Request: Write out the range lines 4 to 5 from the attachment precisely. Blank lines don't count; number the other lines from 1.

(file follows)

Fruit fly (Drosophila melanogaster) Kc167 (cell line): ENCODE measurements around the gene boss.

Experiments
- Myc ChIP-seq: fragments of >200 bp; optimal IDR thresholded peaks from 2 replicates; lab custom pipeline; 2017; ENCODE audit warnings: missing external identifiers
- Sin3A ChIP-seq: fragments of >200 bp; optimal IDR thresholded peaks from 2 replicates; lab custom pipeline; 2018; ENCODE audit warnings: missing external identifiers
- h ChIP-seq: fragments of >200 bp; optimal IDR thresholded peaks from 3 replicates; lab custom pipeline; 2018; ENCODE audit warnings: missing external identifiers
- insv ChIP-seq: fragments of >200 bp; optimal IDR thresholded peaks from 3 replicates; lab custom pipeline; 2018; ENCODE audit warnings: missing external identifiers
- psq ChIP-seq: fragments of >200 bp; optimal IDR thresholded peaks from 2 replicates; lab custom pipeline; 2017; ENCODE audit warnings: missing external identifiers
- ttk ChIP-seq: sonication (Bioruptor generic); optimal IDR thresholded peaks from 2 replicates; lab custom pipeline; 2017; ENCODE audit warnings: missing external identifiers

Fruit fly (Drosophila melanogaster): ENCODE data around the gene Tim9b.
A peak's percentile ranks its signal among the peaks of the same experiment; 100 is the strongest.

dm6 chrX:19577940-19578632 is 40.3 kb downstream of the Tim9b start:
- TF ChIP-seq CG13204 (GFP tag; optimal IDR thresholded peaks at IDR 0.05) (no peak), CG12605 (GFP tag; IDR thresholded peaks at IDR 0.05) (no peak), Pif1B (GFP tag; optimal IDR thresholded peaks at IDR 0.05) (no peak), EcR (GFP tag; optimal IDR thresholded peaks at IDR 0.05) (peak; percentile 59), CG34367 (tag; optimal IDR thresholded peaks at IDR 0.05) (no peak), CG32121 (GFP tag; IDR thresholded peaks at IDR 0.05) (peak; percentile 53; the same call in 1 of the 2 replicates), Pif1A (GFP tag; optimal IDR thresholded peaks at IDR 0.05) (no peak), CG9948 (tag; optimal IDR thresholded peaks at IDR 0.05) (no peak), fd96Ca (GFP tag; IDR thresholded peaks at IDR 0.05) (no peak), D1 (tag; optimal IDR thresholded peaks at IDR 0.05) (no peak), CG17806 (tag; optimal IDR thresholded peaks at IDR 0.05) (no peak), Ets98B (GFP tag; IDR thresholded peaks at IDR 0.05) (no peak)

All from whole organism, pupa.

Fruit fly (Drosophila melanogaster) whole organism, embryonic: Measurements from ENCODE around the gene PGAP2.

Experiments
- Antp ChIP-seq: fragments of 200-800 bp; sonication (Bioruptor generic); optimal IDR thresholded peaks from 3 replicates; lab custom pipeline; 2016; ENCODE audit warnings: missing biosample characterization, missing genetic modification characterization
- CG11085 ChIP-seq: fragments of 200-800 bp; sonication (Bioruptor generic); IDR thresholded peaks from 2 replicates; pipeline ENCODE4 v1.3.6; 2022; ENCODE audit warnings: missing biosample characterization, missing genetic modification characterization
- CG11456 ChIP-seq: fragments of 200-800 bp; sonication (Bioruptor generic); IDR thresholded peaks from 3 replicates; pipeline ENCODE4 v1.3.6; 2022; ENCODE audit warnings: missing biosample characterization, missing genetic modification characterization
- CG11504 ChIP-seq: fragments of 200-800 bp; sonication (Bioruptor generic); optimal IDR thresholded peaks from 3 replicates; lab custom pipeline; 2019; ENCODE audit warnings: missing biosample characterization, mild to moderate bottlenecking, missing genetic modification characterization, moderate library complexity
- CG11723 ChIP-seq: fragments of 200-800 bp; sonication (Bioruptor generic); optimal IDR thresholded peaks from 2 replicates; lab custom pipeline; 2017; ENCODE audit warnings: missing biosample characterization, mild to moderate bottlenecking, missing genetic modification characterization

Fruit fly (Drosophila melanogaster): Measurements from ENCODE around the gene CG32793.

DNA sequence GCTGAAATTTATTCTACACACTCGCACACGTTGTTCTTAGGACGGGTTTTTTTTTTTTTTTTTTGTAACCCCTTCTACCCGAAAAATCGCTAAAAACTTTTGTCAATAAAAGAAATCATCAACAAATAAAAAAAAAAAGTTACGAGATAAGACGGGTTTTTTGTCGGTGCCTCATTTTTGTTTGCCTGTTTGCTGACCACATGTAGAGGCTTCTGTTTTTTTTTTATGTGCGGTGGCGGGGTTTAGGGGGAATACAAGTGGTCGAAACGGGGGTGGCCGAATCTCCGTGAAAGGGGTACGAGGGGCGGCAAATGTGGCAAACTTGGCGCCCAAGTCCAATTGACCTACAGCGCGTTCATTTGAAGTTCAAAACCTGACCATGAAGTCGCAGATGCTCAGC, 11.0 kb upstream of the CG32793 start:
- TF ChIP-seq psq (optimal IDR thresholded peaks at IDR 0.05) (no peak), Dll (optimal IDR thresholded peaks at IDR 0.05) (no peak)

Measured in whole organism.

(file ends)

- Sin3A ChIP-seq: fragments of >200 bp; optimal IDR thresholded peaks from 2 replicates; lab custom pipeline; 2018; ENCODE audit warnings: missing external identifiers
- h ChIP-seq: fragments of >200 bp; optimal IDR thresholded peaks from 3 replicates; lab custom pipeline; 2018; ENCODE audit warnings: missing external identifiers